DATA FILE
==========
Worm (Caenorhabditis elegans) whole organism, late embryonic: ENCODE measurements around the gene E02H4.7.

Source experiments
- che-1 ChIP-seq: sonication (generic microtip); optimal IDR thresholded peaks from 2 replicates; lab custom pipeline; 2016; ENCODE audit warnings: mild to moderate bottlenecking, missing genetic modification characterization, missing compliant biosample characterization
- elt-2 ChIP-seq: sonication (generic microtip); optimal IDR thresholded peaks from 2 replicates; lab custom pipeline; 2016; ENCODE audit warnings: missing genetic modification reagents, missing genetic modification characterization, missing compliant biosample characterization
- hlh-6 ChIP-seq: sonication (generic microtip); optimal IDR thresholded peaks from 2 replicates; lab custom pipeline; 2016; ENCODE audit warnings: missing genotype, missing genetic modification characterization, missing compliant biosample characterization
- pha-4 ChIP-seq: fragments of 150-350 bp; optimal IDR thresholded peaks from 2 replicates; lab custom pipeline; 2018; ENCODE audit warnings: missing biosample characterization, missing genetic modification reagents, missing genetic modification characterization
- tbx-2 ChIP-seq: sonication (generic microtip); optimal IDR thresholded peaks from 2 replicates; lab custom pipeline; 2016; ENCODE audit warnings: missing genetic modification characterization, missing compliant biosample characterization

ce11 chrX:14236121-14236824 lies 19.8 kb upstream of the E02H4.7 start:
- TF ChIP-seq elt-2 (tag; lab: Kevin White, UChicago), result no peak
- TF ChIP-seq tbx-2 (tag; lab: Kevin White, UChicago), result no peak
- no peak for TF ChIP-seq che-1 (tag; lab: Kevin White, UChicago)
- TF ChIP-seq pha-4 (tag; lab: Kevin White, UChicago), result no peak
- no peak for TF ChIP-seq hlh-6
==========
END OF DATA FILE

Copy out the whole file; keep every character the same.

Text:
Worm (Caenorhabditis elegans) whole organism, late embryonic: ENCODE measurements around the gene E02H4.7.

Source experiments
- che-1 ChIP-seq: sonication (generic microtip); optimal IDR thresholded peaks from 2 replicates; lab custom pipeline; 2016; ENCODE audit warnings: mild to moderate bottlenecking, missing genetic modification characterization, missing compliant biosample characterization
- elt-2 ChIP-seq: sonication (generic microtip); optimal IDR thresholded peaks from 2 replicates; lab custom pipeline; 2016; ENCODE audit warnings: missing genetic modification reagents, missing genetic modification characterization, missing compliant biosample characterization
- hlh-6 ChIP-seq: sonication (generic microtip); optimal IDR thresholded peaks from 2 replicates; lab custom pipeline; 2016; ENCODE audit warnings: missing genotype, missing genetic modification characterization, missing compliant biosample characterization
- pha-4 ChIP-seq: fragments of 150-350 bp; optimal IDR thresholded peaks from 2 replicates; lab custom pipeline; 2018; ENCODE audit warnings: missing biosample characterization, missing genetic modification reagents, missing genetic modification characterization
- tbx-2 ChIP-seq: sonication (generic microtip); optimal IDR thresholded peaks from 2 replicates; lab custom pipeline; 2016; ENCODE audit warnings: missing genetic modification characterization, missing compliant biosample characterization

ce11 chrX:14236121-14236824 lies 19.8 kb upstream of the E02H4.7 start:
- TF ChIP-seq elt-2 (tag; lab: Kevin White, UChicago), result no peak
- TF ChIP-seq tbx-2 (tag; lab: Kevin White, UChicago), result no peak
- no peak for TF ChIP-seq che-1 (tag; lab: Kevin White, UChicago)
- TF ChIP-seq pha-4 (tag; lab: Kevin White, UChicago), result no peak
- no peak for TF ChIP-seq hlh-6